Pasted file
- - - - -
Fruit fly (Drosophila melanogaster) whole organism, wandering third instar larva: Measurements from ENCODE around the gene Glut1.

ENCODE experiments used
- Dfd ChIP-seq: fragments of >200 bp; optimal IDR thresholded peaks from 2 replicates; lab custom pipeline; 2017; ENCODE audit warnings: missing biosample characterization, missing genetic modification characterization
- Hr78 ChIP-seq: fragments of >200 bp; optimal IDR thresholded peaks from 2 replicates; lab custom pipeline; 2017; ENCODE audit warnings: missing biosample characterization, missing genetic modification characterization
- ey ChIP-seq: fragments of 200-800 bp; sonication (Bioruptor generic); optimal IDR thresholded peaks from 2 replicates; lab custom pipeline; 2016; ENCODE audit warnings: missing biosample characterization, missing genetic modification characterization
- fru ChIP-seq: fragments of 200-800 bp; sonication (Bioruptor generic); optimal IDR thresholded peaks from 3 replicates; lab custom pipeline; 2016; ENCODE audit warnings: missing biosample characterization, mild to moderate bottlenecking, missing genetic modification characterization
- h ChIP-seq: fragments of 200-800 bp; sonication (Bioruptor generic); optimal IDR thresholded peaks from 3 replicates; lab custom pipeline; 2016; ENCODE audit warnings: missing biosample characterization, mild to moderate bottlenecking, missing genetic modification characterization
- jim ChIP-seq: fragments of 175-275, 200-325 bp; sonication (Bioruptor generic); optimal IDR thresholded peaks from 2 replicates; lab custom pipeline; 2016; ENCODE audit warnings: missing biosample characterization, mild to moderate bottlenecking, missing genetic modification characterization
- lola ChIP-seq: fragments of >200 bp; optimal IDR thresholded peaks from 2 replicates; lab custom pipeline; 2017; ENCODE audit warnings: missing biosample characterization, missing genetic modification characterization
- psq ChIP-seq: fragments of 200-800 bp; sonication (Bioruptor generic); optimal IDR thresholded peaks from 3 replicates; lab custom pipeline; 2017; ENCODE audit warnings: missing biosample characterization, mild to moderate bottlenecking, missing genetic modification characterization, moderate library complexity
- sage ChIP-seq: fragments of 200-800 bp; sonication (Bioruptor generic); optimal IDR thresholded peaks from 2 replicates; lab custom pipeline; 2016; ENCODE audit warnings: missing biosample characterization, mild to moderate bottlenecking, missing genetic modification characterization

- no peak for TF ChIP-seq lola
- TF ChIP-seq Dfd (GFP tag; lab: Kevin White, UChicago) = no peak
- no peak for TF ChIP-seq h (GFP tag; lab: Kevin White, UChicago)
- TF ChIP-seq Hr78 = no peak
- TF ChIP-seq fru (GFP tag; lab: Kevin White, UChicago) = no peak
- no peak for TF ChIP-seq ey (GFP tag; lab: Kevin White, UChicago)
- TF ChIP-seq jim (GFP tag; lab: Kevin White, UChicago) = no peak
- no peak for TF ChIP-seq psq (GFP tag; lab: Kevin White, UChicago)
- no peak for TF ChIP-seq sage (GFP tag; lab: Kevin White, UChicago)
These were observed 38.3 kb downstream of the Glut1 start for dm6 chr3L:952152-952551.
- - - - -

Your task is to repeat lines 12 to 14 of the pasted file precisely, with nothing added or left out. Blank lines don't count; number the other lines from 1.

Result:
- no peak for TF ChIP-seq lola
- TF ChIP-seq Dfd (GFP tag; lab: Kevin White, UChicago) = no peak
- no peak for TF ChIP-seq h (GFP tag; lab: Kevin White, UChicago)